Donald Trump’s deadly strategy: His attack on government has led to riots before, and could again

tags: election 2016, Trump

Heather Cox Richardson is the author of "To Make Men Free: A History of the Republican Party," amongst several other books, and a professor of history at Boston College.

When Donald Trump tells his supporters that if he doesn’t get the Republican nomination: “It’s a rigged system; it’s a corrupt system, it’s 100% crooked,” he is resurrecting a theme that created some of America’s darkest hours. Trump is trying to solidify his support by attacking the legitimacy of the political system. While Movement Conservatives since Newt Gingrich have attacked the legitimacy of Democrats in Washington, Trump is going further: delegitimizing the government itself. Americans have been in this place before. In the late nineteenth century, when the nation’s economic and political tensions looked much like today’s, unpopular politicians trying to overcome overwhelming odds did the same thing.

What they wanted was to be elected. But what they got was a wave of vigilante justice.

A century ago, attacks on the legitimacy of the nation’s political system grew from a set of conditions that sound familiar today. A volatile economy bred extremes of wealth and poverty. Industrialists built fabulous mansions on Fifth Avenue and in Newport while parents and their children worked punishing hours for pennies, worried always that the immigrants pouring in the country would take their jobs. What was the government’s role in this chaotic era? Should it protect those Americans suffering in the new economy or defend the businessmen whose industries were fueling unprecedented economic growth?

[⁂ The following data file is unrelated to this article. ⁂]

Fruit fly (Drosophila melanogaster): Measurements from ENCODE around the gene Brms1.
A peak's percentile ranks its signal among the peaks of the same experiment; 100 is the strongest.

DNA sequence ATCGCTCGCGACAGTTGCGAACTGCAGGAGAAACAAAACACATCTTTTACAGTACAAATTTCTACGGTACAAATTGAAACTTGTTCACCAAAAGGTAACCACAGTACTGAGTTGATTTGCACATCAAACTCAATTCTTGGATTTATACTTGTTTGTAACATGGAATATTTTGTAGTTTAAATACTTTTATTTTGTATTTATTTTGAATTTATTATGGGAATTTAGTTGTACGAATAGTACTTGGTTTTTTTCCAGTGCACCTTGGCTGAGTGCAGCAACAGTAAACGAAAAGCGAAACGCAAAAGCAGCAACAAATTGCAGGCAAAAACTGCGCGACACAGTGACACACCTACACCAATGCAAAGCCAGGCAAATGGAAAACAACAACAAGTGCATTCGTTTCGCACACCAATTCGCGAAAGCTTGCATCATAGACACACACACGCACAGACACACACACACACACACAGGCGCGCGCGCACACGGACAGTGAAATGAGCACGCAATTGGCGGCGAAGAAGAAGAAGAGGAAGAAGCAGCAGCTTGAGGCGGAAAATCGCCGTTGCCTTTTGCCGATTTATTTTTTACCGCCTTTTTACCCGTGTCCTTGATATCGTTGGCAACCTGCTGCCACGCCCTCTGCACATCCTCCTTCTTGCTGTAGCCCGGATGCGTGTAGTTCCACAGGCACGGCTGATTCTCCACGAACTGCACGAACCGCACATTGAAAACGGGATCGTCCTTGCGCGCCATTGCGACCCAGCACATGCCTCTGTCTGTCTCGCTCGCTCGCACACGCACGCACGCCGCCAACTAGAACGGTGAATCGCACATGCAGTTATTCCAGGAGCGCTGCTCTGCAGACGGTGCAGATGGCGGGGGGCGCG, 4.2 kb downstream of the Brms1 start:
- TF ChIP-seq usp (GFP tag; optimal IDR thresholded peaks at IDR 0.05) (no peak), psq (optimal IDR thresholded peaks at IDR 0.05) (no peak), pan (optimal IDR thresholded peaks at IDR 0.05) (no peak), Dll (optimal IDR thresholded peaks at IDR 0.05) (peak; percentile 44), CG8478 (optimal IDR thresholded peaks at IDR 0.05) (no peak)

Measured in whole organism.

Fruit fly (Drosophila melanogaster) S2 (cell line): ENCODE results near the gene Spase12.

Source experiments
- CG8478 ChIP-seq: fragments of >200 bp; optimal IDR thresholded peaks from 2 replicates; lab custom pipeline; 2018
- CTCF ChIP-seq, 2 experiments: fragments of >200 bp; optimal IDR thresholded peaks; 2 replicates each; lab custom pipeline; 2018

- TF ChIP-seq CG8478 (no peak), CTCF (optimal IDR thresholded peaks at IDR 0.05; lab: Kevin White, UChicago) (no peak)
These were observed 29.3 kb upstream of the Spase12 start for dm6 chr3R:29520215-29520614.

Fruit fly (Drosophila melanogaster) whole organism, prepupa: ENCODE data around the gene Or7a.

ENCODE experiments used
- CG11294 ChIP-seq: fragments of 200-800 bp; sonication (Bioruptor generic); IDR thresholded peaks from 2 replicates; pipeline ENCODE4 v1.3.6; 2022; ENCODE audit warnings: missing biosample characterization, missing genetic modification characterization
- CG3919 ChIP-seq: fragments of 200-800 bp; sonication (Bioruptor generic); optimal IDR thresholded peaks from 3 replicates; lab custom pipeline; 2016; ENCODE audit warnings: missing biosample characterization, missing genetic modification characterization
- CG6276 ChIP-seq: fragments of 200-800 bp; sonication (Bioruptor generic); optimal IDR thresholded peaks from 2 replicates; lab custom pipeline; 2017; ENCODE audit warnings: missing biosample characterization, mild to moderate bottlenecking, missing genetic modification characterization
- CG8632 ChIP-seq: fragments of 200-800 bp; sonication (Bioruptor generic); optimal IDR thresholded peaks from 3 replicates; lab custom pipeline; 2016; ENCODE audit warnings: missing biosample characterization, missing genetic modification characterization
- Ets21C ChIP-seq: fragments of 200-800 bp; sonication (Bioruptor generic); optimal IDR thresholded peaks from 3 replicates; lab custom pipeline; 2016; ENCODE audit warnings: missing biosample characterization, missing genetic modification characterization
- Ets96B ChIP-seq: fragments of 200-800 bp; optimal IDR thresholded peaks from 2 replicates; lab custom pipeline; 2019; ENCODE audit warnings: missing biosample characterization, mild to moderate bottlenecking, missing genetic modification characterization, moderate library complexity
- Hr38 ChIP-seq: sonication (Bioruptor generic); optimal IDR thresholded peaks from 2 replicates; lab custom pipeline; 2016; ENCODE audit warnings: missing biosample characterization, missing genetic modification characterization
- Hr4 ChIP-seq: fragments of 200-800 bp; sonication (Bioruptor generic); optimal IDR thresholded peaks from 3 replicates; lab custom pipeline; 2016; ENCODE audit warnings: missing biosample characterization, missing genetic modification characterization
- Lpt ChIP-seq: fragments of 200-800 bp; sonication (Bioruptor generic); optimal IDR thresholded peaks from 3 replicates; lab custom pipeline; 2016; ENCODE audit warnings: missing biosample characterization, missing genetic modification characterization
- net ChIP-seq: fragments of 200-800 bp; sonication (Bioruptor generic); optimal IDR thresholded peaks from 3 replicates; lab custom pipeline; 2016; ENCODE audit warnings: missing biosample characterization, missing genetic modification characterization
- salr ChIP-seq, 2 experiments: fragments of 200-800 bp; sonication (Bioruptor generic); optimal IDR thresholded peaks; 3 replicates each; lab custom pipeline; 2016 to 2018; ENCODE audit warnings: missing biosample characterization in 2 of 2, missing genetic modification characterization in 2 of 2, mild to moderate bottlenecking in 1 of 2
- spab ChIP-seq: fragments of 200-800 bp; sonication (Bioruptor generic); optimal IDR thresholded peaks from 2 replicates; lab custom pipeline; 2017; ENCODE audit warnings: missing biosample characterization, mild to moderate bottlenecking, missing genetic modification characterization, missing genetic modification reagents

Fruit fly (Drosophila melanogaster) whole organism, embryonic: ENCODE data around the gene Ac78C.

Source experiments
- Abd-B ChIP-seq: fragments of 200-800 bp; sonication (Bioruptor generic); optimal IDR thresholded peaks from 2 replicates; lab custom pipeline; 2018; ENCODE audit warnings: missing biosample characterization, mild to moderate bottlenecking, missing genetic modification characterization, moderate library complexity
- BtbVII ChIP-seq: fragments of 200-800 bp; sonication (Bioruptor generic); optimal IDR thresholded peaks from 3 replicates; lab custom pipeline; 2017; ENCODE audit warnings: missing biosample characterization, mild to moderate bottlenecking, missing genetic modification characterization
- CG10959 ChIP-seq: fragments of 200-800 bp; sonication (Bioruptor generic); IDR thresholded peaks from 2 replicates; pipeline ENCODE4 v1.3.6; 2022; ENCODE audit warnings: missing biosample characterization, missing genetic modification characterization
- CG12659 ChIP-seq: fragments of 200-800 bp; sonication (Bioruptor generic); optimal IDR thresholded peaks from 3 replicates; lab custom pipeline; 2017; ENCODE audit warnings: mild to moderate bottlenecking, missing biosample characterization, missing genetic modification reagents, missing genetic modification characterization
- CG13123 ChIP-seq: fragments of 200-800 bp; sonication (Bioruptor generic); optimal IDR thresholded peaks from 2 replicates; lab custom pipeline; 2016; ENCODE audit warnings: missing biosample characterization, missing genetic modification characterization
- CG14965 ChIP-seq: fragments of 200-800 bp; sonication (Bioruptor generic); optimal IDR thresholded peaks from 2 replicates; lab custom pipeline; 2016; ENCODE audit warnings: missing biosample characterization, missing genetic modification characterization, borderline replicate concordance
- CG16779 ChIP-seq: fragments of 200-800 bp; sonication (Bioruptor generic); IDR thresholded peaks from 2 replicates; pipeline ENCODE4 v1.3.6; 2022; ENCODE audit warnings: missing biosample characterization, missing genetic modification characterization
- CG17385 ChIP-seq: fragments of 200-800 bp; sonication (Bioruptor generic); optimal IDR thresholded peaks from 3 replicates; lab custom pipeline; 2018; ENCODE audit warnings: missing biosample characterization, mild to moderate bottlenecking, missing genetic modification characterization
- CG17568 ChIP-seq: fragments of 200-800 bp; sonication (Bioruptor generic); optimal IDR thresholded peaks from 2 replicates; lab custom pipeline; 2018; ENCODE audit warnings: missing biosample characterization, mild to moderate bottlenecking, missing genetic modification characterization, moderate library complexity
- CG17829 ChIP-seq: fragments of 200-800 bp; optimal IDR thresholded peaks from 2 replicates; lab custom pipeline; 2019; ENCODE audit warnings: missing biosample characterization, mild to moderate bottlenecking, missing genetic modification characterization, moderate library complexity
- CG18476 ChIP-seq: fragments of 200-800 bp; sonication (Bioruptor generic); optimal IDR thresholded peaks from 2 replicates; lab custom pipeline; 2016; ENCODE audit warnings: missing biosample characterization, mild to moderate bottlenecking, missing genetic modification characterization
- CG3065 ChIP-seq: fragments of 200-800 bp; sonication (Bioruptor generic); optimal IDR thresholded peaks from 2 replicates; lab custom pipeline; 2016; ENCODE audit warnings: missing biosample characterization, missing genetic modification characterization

Americans struggled mightily over this question, but as early as 1871, a self-defined “middle class” began to draw some important ideological lines. Its spokesmen began to accuse the government of being in thrall to what it called “special interests.” They argued that African Americans, poor workers, and immigrants who wanted the government to level the economic playing field were “corrupting” the government. Those groups wanted laws that benefited them distinctly—such as, for example, an eight-hour workday– rather than benefiting everyone, and they voted only for politicians who would deliver such special legislation. Middle-class Americans began to argue that these interest groups were corrupting the government for, if government were operating properly, it would treat everyone equally. They insisted that government should work for the hardworking man who asked for no favors rather than privileging any special interest group.

The idea that the government had been hijacked by a special interest was an easy rallying cry for politicians who opposed the party in power. Their opponents’ government, they insisted, was corrupt; it was catering to a special interest group in a cynical bargain to get enough votes to override the true will of the people. Politicians from all parties used the argument at different times. It became the central argument of both major parties in the presidential election of 1876, a crisis in which each party claimed victory based on the other’s corruption, and which almost led to a second civil war. By 1880, people had lost their faith in the political system. ...

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